Chopping board codes – explained!

The importance of chopping board codes, from yellow to red.



Feeling queasy? You’re not alone.


Food borne illnesses are a very real threat to public safety, and cost millions of pounds per year in lost revenue and NHS treatment. The Food Standards Agency estimates that 500,000 cases of food poisoning from kitchen pathogens occur in the UK annually, leading to thousands of hospitalisations and dozens of preventable deaths.


Campylobacter is the most commonly found pathogen, contributing to 280,000 cases per year, while the potentially fatal salmonella sickens 2500 people annually across the country. These are serious illnesses, all the more galling because they are completely preventable in a commercial kitchen.


All employees should be well trained in food safety standards, including hand washing procedures and cleaning methods – but by far, the biggest culprit to look out for is cross contamination. Thankfully, the UK has an unofficial strategy to combat against the illnesses brought on by cross contamination in a restaurant kitchen – colour coded chopping boards are a fantastic weapon against bacteria being transferred across the kitchen.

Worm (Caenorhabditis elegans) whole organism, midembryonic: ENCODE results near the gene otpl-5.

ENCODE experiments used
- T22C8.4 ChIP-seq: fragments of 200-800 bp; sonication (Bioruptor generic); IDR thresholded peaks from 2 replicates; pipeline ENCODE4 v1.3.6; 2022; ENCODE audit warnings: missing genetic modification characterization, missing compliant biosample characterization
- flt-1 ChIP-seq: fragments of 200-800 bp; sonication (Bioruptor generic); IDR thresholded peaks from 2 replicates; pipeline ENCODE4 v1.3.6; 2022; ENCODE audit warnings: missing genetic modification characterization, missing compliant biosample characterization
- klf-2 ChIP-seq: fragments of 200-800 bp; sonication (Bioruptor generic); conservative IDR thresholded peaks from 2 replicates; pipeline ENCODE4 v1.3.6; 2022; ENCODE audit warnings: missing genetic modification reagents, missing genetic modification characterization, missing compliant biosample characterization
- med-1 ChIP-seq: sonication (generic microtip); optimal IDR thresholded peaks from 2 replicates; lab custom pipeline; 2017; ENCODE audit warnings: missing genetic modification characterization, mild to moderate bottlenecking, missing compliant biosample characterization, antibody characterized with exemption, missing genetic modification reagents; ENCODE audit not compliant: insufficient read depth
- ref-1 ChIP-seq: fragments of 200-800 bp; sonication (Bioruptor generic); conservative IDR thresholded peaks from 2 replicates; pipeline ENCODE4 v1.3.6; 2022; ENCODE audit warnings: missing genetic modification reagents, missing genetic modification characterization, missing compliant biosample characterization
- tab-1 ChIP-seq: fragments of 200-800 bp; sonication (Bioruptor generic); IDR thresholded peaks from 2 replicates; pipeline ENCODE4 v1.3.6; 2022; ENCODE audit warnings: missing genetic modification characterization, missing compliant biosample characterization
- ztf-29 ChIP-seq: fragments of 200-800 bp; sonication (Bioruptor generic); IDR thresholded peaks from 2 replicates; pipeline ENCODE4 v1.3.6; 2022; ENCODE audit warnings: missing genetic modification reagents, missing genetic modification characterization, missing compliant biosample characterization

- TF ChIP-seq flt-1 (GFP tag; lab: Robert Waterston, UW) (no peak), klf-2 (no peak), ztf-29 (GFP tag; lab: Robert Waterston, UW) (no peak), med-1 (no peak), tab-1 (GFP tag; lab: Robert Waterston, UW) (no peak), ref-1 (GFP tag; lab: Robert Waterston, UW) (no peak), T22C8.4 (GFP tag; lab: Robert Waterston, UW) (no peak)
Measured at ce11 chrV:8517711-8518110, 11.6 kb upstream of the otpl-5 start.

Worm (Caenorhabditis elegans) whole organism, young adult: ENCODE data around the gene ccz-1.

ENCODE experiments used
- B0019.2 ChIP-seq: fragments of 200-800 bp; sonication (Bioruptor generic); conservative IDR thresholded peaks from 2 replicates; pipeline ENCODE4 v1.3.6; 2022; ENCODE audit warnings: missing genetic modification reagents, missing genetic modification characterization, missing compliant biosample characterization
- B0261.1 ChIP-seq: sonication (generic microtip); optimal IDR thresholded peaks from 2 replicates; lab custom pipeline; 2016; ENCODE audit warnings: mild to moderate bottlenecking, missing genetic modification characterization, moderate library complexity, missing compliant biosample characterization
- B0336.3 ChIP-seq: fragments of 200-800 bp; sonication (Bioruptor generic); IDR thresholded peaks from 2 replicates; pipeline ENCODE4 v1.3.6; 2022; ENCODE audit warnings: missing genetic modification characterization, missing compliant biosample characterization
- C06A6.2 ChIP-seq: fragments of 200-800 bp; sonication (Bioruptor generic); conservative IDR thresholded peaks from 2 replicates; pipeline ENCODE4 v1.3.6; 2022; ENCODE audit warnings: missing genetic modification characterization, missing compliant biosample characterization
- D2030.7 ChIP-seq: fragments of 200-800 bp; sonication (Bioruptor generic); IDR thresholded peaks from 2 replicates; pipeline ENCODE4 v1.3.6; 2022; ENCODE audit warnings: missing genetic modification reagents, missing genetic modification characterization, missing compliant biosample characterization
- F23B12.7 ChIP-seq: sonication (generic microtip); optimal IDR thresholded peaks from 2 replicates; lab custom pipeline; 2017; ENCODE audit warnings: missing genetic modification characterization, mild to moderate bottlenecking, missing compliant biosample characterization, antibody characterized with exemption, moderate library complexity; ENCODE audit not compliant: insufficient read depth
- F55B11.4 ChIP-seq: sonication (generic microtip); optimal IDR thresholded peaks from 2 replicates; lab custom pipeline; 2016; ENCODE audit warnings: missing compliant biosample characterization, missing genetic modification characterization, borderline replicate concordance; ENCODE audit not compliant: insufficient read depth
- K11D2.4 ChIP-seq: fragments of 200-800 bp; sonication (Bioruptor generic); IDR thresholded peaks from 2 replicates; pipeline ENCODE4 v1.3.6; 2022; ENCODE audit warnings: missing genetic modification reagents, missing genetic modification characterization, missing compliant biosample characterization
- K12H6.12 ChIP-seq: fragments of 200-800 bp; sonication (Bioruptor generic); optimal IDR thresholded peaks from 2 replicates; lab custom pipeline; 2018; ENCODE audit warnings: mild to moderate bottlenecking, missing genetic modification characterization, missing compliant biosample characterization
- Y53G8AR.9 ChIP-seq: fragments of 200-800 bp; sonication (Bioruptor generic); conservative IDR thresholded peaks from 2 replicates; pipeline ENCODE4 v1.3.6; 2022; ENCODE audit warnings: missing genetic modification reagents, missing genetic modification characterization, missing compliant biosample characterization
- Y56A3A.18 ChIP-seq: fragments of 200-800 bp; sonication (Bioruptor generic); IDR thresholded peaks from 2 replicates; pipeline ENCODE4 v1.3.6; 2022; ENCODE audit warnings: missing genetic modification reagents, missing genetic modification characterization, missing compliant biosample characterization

Chopping Board Colour Codes

Employees should all be fully versed in what colour board to use for food prep:

Yellow – Cooked meats

Red – Uncooked meats

White – Bread and dairy products (including cheese)

Blue – Raw fish

Green – Salad and fruit

Brown – Raw vegetables (those grown within the soil)


While the boards are easy to understand and remember, best practise dictates that a clearly posted chopping board safety sign should always be in plain view in any restaurant kitchen. This will help all employees remember when they should be using the different boards – and most importantly, will help to keep diners healthy and safe.


Food borne illnesses are easy to prevent if you have the right training and signage – make sure your chopping boards are being used correctly in your kitchen.


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